But they found that animals given exclusively canola oil developed heart lesions. When these animals were given saturated fats, they no longer developed heart lesions.


Foods high in saturated fat are commonly blamed for raising cholesterol levels. But they raise both the levels of "good" HDL cholesterol as well as the so-called “bad” LDL cholesterol.

I write "good" and “bad” between inverted commas because there is also controversy about whether cholesterol is really bad. Dr Uffe Ravnskov, a leading researcher on cholesterol and author of Fats and Cholesterol are GOOD for You, asserts that ALL cholesterol is good. This is discussed more fully in other articles about, why cholesterol is not harmful and why they are healthy.

Benefits of saturated fats - Cell integrity

Our cell membranes consist of 50 percent saturated fats! Adequate intake of fods high in saturated fats help ensure the stiffness and integrity of our cell membranes. This, in turn, protects our cells against virus attacks. Saturated fats enhance our immunity against diseases.

In modern societies, the cell walls of many people have been weakened by too much polyunsaturated fatty acids. And some contain as much as 20 percent trans fats, which are abnormal fat molecules that have been twisted out of shape due to high heat and high pressure in the creation of margarine and other partially hydrogenated fats. These cells are distorted and weak, making a person prone to infection.

Benefits of saturated fats - Killing harmful microorganisms

While they protect our cell walls, saturated fats destroy the cell walls of many harmful microorganisms, including virus, bacteria, fungi and parasites.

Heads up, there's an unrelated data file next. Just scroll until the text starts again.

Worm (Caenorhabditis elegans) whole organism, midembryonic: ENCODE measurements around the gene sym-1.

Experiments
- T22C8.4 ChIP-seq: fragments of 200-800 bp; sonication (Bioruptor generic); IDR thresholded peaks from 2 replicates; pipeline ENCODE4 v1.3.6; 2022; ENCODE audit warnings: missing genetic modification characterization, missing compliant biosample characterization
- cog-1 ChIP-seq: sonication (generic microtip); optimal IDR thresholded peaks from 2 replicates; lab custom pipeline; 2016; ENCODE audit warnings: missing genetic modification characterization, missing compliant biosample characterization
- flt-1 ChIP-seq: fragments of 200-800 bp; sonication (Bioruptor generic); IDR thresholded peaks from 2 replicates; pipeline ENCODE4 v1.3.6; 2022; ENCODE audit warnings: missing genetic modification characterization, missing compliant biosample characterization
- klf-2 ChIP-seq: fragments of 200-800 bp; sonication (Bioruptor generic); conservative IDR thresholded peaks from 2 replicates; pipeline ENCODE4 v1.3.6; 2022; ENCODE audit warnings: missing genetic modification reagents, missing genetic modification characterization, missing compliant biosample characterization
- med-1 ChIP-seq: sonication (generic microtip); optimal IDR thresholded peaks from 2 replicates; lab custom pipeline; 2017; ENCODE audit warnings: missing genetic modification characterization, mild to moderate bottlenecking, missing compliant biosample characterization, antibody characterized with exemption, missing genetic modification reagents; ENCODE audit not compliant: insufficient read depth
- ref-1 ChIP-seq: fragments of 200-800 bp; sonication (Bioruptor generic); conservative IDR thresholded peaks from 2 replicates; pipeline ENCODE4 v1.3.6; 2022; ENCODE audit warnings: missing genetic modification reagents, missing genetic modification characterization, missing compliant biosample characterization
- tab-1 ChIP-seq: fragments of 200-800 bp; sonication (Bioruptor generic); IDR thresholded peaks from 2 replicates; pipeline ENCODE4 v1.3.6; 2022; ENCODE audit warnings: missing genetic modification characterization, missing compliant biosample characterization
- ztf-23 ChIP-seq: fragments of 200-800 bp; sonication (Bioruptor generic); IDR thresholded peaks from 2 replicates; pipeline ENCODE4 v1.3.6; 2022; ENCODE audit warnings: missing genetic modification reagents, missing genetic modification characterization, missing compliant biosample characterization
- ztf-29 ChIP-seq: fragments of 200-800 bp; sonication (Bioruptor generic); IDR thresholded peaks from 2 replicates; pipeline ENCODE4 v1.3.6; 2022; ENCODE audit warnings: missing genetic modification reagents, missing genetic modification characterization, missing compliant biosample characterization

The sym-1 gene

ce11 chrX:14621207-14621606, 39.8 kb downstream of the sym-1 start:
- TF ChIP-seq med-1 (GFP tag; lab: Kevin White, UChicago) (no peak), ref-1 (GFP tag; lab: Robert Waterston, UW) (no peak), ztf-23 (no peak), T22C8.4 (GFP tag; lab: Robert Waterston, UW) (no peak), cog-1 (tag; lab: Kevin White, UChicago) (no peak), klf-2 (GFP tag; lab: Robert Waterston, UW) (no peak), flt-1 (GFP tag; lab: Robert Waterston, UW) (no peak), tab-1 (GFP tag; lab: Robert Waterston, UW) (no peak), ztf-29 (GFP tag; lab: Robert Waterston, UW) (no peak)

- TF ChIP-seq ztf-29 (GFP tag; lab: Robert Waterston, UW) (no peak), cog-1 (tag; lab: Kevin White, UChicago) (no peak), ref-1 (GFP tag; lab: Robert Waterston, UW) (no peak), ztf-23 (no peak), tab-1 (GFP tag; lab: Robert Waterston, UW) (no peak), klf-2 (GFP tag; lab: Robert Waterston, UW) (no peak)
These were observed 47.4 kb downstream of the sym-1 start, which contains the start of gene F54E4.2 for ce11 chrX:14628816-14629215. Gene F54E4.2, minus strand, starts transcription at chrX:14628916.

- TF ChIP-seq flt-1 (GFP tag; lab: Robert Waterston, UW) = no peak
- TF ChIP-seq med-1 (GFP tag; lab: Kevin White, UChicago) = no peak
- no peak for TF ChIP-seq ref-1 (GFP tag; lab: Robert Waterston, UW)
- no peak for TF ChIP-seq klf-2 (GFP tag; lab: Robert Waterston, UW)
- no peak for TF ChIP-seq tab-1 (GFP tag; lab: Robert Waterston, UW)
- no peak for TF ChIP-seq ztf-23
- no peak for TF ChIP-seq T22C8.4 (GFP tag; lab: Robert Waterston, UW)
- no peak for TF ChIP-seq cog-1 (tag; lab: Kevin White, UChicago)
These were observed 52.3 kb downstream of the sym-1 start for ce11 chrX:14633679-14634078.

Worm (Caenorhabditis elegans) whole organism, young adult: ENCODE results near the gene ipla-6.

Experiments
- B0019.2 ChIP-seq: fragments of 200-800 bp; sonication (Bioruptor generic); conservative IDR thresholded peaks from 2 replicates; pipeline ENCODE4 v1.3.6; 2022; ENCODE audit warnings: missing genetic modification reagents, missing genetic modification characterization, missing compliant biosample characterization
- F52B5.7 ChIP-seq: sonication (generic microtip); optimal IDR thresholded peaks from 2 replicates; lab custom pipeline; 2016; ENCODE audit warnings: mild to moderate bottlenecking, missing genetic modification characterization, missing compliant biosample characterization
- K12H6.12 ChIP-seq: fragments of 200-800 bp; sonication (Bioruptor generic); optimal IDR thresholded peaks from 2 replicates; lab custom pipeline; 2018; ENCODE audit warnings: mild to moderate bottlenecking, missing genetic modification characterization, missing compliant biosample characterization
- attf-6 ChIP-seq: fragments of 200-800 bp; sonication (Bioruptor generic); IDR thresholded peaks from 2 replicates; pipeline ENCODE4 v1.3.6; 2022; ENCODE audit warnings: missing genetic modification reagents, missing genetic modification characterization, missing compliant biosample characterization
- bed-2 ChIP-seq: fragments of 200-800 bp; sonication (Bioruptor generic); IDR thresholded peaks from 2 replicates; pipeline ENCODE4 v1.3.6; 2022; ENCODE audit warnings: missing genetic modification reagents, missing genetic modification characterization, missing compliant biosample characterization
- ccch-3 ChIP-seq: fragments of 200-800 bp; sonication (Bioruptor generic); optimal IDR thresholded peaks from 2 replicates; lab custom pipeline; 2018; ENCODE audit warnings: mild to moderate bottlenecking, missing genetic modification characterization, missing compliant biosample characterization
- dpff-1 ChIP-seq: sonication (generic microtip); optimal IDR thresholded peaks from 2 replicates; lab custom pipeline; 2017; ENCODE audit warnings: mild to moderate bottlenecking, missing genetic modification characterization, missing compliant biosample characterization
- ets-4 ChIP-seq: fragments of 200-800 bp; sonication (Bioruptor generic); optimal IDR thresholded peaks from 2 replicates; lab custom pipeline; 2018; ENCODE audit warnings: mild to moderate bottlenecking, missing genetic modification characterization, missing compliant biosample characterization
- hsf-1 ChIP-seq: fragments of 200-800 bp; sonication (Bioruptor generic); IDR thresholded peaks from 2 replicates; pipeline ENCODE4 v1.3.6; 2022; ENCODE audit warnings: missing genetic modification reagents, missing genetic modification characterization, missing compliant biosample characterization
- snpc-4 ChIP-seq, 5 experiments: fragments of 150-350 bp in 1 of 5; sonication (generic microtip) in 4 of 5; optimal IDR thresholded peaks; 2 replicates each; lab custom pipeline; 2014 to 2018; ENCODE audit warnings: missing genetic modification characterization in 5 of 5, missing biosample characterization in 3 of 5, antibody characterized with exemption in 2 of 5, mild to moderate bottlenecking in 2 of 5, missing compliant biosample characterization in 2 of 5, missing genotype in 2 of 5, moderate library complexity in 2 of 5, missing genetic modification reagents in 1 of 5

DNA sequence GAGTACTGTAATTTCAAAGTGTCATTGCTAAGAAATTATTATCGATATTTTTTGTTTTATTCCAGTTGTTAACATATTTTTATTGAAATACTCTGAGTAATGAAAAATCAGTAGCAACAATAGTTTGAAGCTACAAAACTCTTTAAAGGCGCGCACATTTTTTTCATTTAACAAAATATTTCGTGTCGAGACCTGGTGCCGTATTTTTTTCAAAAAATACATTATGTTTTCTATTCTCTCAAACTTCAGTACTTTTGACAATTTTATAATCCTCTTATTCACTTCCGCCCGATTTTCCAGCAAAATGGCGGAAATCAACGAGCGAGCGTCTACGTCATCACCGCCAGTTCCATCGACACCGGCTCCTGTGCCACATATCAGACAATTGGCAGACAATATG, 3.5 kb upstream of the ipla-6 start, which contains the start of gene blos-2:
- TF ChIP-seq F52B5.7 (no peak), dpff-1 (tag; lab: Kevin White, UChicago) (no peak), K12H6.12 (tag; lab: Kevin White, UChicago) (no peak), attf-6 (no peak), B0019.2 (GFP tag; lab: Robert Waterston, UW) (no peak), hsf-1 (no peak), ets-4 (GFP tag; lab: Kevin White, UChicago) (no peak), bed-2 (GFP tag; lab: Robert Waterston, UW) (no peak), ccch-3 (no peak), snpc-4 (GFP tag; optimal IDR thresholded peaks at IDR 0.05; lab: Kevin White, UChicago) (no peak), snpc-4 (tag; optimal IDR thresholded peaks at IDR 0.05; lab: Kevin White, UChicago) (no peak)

In particular, two groups of saturated fats – the short-chain fatty acids and medium chain fatty acids work powerfully to destroy these organisms without causing any adverse side effects.

These short and medium chain fatty acids include lauric, capric and caprylic acids, and they are found abundantly in products like coconut oil, palm oil and butter – as well as in human breast milk. Yes, human breast milk is also one of the foods high in saturated fats. It is the healthiest food for human babies.

In the Philippines, researchers found that lauric acid, and its extract, monolaurin, is effective in destroying the HIV virus that causes Aids. Caprylic acid is effective against candida, a fungi infection that is well-known for being extremely hard to treat, with pharmaceutical drugs for the condition causing very serious side effects.

Calcium and Vitamin D in preventing osteoporosis

Osteoporosis, the loss of calcium from the bones, has become a serious problem in modern societies. There are two aspects to solving this problem – ensuring adequate calcium intake and calcium absorption, and preventing calcium loss.

For the body to absorb calcium effectively, at least 50 percent of the dietary fats should be saturated. In nature, this is automatically taken care of - because many foods rich in calcium, like milk, are foods rich in saturated fat.